Shelley Beach Park cafe proposal sparks debate at City of Canning meeting

Shelley Beach Park cafe proposal sparks debate at City of Canning meeting

A PROPOSAL for a cafe at Shelley Beach Park drew lengthy debate at last week’s City of Canning council meeting.

The council was split on whether to accept a recommendation to endorse the next steps for a business feasibility study for the cafe and a foreshore master plan.

Mayor Paul Ng used his casting vote to quash the motion.

It was also voted against by councillors Ayse Martli, Margaret Hall, Christine Cunningham and Deputy Mayor Lindsay Holland.

The business feasibility study and master plan has a price tag of $50,000 – an amount already allocated in the 2016-2017 budget after the council agreed to the proposal in October 2016.

Acting chief executive Graeme Bride said if the council wanted to understand whether the cafe proposal was viable a business feasibility study was required.

Mr Bride said if the council was concerned about the process, a rescission motion would need to be passed.

City officers said the recent Shelley and Rossmoyne residents survey cost $35,750, with the initial fee of $25,900 to market research company Painted Dog Research engaged to conduct the survey, increasing by $9,850 for follow-up communications.

Cr Patrick Hall, who spoke in support of the motion, said it was exciting to see a community in action.

“We are simply asking for the continuance of a course of action that council put in train some time ago,” he said.

“Some months ago this motion was brought to council to engage community on an issue that has been bubbling in the community for many years.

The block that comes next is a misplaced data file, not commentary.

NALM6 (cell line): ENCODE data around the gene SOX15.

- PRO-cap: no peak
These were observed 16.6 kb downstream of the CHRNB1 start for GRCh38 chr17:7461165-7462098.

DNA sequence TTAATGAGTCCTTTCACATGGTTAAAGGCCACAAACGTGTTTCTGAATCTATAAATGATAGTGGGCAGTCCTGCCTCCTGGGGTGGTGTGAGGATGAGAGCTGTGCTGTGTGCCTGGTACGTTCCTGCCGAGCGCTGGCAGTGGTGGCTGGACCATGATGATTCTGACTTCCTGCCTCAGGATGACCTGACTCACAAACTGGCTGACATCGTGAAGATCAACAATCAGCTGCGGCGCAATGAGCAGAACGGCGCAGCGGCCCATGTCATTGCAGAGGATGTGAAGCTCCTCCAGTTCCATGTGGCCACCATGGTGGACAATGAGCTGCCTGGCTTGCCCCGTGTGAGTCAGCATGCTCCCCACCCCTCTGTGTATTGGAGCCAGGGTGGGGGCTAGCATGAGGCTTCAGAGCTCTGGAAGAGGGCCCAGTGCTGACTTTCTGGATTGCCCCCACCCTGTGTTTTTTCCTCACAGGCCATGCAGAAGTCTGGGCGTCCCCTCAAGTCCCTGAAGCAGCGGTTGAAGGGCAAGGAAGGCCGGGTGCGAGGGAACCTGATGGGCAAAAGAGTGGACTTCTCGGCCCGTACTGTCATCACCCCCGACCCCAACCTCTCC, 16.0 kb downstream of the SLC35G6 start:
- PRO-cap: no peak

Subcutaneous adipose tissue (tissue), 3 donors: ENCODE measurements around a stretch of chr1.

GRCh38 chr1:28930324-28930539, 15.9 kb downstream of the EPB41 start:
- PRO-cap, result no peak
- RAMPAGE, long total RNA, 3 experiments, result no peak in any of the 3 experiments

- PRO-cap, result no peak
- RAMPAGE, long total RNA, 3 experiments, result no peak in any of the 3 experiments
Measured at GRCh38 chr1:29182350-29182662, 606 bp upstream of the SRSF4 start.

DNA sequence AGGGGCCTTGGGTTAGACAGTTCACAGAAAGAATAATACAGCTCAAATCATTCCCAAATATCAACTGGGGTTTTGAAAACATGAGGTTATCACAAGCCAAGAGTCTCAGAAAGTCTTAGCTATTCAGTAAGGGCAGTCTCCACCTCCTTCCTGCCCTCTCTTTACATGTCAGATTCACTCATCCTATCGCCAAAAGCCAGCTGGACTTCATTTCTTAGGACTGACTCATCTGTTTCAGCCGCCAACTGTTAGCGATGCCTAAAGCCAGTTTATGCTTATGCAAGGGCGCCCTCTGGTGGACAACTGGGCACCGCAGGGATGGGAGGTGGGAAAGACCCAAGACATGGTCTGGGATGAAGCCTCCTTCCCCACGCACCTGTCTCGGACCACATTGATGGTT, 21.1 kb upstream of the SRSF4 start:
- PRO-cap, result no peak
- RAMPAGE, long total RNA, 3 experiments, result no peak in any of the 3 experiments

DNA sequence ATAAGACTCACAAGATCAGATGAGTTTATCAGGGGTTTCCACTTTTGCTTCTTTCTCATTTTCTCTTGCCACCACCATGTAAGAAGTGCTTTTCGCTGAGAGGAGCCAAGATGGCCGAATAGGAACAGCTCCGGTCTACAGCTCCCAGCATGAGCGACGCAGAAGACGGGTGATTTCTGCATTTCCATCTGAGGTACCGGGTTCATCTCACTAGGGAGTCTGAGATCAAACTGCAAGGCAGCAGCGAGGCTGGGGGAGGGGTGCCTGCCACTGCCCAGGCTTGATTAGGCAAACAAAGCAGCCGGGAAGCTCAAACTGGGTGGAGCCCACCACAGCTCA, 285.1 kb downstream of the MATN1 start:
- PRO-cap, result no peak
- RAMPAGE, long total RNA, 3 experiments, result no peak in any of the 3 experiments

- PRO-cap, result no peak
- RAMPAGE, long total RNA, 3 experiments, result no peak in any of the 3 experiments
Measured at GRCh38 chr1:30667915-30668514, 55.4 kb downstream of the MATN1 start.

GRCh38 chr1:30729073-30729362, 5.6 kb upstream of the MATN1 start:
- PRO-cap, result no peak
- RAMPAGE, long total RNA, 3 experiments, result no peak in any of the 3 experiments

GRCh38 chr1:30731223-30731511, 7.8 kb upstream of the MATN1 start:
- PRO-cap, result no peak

“For 20 years the community has been advocating for a cafe offering.”

Cr Hall urged councillors not to backflip on the motion to proceed with the proposal.

“We need to listen to 66 per cent of the people who are supporting a cafe and not listen to the minority,” Cr Hall said.

Cr Hall said he had been attacked in the media and in emails he had received about the stance he was taking on the issue.

“I am not frightened about losing my position in council in the October elections. I have the resilience to say we need to move forward on this issue. This is a community master plan that we have been asked to champion,” he said.

“This is an all of Canning issue, not a Shelley or Rossmoyne one. As a council we need to keep pushing forward.”

Cr Cunningham said the survey showed residents wanted other foreshore facilities such as barbecues.

She said she did not think a Shelley foreshore cafe should be a priority for the council, citing other areas that needed development.

“I guess I want to get off the train,” she said.

“I have not been convinced this is where we want to do a development.”

Cr Holland voted against endorsing a business feasibility study prior to the City engaging in further wider community consultation.

He said starting a business feasibility study prior to the results from wider community consultation could be a waste of money if the community decided it did not want a cafe.

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